I thought this would be a brief lunch-break read, a gentle skim through some nice illustrations and something to explain squinches. How wrong I was. This deceptively small, cunningly designed handbook has taken me two weeks of bedtime reading to get through, but my word it was worth it.
The book – by the American architectural historian Denis R McNamara – has seventeen sections. Each section has very detailed double-page spreads on many aspects of those sections (six pages on baptisteries and fonts, twelve on windows). Then there are the drawings. Good lord, the DRAWINGS. I do love architectural drawing: I couldn’t draw to save my life but I’m related to architects and artists so I can appreciate. The drawings are the most time-consuming thing in this neat little book, because their precision requires very close attention, and their detail is so satisfying. As an example, in the Introduction to Floorplans, there are five different floorplans on the first two pages (old and new, cruciform, west-facing, French rationality, pilgrimage) and they require close attention, to map the texts to their illustrative function, to spot the detail under description. Six pages follow, and that’s about an evening’s reading, mugging up on the difference between dome-on-cube, Greek cross and fan-shaped floorplans, and what this means for the liturgy and performance factors.
With all the line art, the paragraphs of text have to be severely on-topic, and the author’s restraint is admirable. The paragraphs are really just captions, but packed with the information you need. nothing flowery, no nonsense about subjectivity, just the facts, ma’am. And as we progress through this really quite demanding crash course, as the subtitle says, we make splendid discoveries. I can now bore fellow church-spotters with sage remarks about the purpose of a flying buttress (to take the weight of the walls that enlarged windows can no longer support). I know the difference between a spire and a steeple. I know about colonnettes and clerestories, packsaddle roofs and turrets. I was continually startled at the sheer quantity of symbolism packed into church architecture, even in very modern churches: not just liturgical, but archaaeological, architectural and denominational too. I know what a squinch is, and what it does.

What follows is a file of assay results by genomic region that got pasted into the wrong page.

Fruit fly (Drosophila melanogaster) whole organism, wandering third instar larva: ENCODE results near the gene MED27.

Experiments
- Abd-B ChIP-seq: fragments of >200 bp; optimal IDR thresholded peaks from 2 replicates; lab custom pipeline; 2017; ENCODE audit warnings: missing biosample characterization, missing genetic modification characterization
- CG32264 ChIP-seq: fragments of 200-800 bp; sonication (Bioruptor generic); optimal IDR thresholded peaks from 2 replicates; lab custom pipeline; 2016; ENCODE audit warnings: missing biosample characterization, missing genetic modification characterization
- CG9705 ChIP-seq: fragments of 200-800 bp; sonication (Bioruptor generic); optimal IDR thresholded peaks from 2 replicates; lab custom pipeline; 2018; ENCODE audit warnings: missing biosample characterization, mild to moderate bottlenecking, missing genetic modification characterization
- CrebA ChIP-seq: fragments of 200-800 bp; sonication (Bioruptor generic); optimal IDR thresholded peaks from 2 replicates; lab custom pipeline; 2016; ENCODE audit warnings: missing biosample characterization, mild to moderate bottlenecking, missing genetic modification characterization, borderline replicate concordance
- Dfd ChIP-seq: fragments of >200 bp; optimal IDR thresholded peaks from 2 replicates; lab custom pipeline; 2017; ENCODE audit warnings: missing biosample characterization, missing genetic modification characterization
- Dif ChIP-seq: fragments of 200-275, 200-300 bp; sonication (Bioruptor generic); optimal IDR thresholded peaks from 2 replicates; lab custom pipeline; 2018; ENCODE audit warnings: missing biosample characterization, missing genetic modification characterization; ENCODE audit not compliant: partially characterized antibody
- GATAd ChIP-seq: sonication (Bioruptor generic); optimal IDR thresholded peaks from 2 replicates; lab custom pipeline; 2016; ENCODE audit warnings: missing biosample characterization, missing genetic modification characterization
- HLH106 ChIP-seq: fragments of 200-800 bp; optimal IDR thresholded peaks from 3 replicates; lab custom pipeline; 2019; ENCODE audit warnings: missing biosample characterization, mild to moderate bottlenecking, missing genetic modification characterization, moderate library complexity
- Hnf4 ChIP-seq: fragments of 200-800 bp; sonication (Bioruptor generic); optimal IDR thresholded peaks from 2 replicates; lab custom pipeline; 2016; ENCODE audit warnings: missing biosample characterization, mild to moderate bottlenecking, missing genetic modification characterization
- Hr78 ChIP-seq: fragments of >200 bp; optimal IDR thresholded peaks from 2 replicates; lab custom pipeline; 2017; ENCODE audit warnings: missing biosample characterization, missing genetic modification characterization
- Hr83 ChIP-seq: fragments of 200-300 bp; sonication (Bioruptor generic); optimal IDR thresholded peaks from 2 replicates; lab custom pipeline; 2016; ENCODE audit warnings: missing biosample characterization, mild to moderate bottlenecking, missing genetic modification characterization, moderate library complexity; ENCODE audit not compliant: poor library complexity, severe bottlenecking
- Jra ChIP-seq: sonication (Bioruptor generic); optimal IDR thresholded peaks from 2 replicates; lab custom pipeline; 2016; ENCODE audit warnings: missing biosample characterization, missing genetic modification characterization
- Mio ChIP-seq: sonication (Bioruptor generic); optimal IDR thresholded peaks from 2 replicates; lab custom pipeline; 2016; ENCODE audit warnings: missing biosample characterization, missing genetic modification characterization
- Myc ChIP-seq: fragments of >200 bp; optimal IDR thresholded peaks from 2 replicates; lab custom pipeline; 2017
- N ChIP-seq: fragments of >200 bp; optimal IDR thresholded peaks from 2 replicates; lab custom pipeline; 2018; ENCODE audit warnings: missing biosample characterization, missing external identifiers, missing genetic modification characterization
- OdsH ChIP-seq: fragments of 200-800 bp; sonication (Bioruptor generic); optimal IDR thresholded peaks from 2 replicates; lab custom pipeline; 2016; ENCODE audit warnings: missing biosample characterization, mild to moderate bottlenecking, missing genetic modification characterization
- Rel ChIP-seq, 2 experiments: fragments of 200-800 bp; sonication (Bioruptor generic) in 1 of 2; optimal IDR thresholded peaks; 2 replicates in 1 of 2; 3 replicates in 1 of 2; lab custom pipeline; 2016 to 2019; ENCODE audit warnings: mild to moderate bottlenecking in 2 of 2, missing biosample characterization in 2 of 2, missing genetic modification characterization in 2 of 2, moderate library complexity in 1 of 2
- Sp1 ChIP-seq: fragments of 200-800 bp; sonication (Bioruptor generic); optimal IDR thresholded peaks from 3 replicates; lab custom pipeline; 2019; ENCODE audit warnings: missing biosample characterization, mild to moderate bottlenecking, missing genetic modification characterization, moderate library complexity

The title of my copy seems to have been changed from its earlier Herbert Press edition; perhaps the Ivy Press thought that ‘Christian’ on the cover would attract more church-goers than the dryer-sounding ‘ecclesiastical’, though the title page still has ‘ecclesiastical’. I would have liked to have read more on the architecture of bell-towers and the vast swinging weight they have to accommodate. Meeting-houses, too, are barely mentioned, and then mostly from the North American tradition: there is nothing said about Quaker architecture, which also has its symbolism to unpack. However, despite minor grumbles, this is a marvellous book; an absorbing stocking-filler and a fine source of interesting facts for vestry conversations.
Denis R McNamara, How To Read Churches. A crash course in Christian architecture (Ivy Press, 2011), ISBN 978 1 4081 2836 7, £9.99.
2 thoughts on “How to Read Churches: A crash course in Christian architecture”
Sounds good, thanks for the tip, ordered! I have the “How to read bridges” from the same series (I think), which was also nice.
Not only does this sound fascinating – thank you – but it gives me an idea for a Christmas present which of course I can carefully read before wrapping. That makes two thank yous!